8 Ways a Job Interview Can Take a Turn for the Worse

Top career experts and corporate recruiters share situations that can derail a job interview, along with advice on how job seekers can get back on track.

Fri, May 07, 2010

CIO — So you arrive at a big job interview confident and prepared. It starts off strong. Conversation flows smoothly. You're saying all the right things.

Suddenly, the hiring manager asks you a question you didn't anticipate.

The "deer in the headlights" look washes over your face. You flounder for an answer that fails to impress the hiring manager. Your confidence takes a hit, and the interview, along with any chance of getting the job, quickly head south.

Whether it's a surprise question, a wardrobe malfunction or the hour-long interview that unexpectedly turns into a day-long affair, job interviews are filled with on-the-spot situations that must be handled deftly by the candidate. If not, these situations will sink even the most prepared professional.

To help you anticipate these unexpected twists and turns, career experts and corporate recruiters shared eight situations that can come up during a job interview. They offer advice on how to navigate them gracefully so that you can get the interview back on track.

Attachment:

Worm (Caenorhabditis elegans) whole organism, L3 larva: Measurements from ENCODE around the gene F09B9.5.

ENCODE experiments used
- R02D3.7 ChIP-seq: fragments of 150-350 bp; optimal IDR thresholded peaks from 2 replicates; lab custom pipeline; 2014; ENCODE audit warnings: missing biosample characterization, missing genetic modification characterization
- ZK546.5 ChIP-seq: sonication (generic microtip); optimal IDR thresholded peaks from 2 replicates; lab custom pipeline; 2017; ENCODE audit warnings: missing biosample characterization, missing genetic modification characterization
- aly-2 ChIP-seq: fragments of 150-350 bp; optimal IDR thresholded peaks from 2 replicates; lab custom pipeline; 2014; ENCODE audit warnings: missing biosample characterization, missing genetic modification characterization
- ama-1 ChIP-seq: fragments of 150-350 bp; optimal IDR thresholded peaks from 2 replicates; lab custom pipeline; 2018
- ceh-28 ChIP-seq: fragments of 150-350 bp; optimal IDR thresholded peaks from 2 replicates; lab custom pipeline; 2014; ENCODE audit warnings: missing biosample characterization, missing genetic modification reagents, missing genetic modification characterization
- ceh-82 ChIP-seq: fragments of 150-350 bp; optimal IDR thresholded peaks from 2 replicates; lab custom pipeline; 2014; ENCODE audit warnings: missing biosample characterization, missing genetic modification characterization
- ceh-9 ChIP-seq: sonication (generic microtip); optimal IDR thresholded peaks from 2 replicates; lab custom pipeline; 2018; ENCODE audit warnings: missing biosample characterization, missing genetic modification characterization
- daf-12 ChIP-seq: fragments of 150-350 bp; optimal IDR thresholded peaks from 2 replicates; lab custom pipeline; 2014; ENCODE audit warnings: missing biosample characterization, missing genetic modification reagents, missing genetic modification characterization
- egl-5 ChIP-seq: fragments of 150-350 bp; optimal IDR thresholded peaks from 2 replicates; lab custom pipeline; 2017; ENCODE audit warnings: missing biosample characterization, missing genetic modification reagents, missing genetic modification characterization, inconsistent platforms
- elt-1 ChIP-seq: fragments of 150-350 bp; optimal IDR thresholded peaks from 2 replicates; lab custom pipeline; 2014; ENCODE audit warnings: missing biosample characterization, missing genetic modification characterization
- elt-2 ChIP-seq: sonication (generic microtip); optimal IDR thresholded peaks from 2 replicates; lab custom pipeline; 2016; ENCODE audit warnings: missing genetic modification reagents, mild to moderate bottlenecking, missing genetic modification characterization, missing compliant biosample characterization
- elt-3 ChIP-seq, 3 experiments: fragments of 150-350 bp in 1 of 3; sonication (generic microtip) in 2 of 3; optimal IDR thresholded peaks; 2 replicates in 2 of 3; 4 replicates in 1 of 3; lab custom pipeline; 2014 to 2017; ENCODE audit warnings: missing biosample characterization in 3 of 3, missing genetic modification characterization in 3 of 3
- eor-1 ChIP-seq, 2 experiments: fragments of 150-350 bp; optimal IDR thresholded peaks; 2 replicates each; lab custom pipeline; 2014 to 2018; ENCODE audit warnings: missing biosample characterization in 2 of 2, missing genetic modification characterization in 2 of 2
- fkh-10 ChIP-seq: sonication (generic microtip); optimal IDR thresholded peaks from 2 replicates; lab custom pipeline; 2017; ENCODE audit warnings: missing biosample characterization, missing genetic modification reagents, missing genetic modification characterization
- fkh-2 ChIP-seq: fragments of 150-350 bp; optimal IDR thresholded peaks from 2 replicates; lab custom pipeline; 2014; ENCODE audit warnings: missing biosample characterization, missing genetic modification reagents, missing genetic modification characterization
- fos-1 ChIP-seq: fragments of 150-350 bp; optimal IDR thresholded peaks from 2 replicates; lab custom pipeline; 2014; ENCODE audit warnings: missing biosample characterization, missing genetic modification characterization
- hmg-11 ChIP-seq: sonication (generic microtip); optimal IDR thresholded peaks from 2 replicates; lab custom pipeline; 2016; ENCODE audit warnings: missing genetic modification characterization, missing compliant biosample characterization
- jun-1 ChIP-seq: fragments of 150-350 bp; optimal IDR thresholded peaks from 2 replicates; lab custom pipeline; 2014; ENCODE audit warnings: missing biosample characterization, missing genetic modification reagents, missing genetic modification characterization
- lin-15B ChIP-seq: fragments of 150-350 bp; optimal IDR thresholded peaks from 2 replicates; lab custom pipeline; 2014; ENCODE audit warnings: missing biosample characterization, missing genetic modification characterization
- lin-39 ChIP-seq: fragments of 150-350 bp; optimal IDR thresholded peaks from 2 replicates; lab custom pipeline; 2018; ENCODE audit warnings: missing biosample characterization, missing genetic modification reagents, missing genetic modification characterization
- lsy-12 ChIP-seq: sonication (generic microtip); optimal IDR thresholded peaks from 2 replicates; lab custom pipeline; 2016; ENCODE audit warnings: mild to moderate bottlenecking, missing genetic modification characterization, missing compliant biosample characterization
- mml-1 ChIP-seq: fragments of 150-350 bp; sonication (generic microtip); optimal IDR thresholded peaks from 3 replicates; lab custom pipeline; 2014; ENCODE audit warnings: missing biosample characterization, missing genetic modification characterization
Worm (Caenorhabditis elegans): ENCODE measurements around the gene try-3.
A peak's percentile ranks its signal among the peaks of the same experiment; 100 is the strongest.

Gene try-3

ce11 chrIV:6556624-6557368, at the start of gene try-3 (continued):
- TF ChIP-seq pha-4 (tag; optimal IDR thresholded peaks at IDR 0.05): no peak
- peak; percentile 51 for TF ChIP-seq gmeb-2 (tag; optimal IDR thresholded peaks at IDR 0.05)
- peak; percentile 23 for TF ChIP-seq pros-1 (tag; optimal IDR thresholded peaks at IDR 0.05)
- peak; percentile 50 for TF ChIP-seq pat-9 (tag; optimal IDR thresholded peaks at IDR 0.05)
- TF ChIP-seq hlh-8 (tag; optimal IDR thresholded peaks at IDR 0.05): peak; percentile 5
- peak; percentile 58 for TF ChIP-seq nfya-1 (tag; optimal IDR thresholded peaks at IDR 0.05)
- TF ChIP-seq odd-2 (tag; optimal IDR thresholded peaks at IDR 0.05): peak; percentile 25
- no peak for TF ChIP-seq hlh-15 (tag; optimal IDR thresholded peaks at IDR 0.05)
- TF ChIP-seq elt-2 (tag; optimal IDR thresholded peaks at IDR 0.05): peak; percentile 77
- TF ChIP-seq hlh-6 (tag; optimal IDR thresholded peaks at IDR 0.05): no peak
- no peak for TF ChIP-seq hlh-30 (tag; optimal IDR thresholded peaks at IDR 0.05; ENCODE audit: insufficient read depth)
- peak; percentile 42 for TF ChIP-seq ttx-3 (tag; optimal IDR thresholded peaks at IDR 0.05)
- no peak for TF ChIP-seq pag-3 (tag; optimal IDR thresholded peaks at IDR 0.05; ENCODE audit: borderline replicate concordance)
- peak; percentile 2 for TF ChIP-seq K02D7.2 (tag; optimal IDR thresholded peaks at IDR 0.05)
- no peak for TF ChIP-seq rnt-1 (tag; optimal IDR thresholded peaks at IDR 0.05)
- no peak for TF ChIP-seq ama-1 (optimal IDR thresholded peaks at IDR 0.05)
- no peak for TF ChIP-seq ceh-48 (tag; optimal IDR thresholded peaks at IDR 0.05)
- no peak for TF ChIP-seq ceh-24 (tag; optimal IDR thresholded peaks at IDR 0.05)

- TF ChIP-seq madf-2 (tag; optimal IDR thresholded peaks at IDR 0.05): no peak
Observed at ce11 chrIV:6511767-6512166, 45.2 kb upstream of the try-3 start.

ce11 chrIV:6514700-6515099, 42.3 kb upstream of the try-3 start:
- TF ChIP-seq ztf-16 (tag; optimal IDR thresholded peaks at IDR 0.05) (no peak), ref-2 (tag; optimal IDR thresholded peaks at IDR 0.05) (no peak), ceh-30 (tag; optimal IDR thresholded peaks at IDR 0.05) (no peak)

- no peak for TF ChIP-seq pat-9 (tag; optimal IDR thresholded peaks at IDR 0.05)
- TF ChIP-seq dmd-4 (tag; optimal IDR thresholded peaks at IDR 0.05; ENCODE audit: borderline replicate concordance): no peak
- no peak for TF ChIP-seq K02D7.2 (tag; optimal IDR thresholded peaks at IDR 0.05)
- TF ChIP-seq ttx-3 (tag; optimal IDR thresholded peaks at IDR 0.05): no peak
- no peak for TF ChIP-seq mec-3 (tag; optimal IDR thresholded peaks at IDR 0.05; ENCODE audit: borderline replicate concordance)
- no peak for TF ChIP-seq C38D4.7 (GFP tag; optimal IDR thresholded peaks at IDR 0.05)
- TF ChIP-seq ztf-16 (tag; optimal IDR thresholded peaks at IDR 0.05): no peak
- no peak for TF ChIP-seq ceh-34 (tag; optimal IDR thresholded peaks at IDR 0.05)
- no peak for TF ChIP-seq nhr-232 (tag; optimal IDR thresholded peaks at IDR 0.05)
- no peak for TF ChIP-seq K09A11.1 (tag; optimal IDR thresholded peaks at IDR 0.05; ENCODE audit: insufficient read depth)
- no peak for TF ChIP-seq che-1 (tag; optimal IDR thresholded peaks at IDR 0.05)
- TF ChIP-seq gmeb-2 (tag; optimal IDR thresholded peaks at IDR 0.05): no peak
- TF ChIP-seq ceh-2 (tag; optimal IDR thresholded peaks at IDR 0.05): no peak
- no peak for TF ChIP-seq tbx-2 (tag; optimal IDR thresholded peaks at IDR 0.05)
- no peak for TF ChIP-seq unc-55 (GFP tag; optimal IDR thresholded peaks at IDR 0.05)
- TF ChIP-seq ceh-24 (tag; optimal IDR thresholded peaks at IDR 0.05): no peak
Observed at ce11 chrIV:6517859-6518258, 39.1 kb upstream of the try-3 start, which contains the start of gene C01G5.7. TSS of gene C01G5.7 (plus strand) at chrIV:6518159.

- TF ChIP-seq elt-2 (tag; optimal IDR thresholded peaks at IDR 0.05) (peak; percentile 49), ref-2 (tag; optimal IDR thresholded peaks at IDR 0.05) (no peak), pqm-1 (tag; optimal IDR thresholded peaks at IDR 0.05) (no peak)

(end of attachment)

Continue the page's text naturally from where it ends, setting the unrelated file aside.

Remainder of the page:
1. You're caught off-guard by an inappropriate or illegal question.

By law, employers aren't allowed to ask job seekers certain questions, such as "Are you married?" or "Do you have kids?" But some hiring managers do so anyway, and these questions can throw a candidate for a loop.

Susan Whitcomb, a career coach who's authored a variety of books on career management, including Interview Magic, recommends a three-step process for answering touchy questions:

  1. Avoid a direct response to an illegal question if it has the slightest chance of hurting your candidacy.

  2. Address the hiring manager's underlying concern that's driving the question.

  3. Accentuate a positive character trait or skill that will resound with the hiring manager.

When asked if you're married, for instance, Whitcomb suggests a job seeker reply like this: "I'm in a solid relationship. I'm blessed to have someone who supports me wholly in my career. You may wonder about my personal life and how it might affect my ability to travel and my work hours. My last position required me to work 60 hours a week and to travel once a month. I love that quiet time in the hotel at night when I can really focus on my work."

2. You need to address the dreaded "sticky wicket."

Many job candidates have a "sticky wicket" in their employment histories, such as a layoff, job-hopping or even termination with cause. Candidates who have these issues are in a particularly sticky situation. How they handle discussing their employment history can mean the difference between staying in the game and sudden-death elimination.

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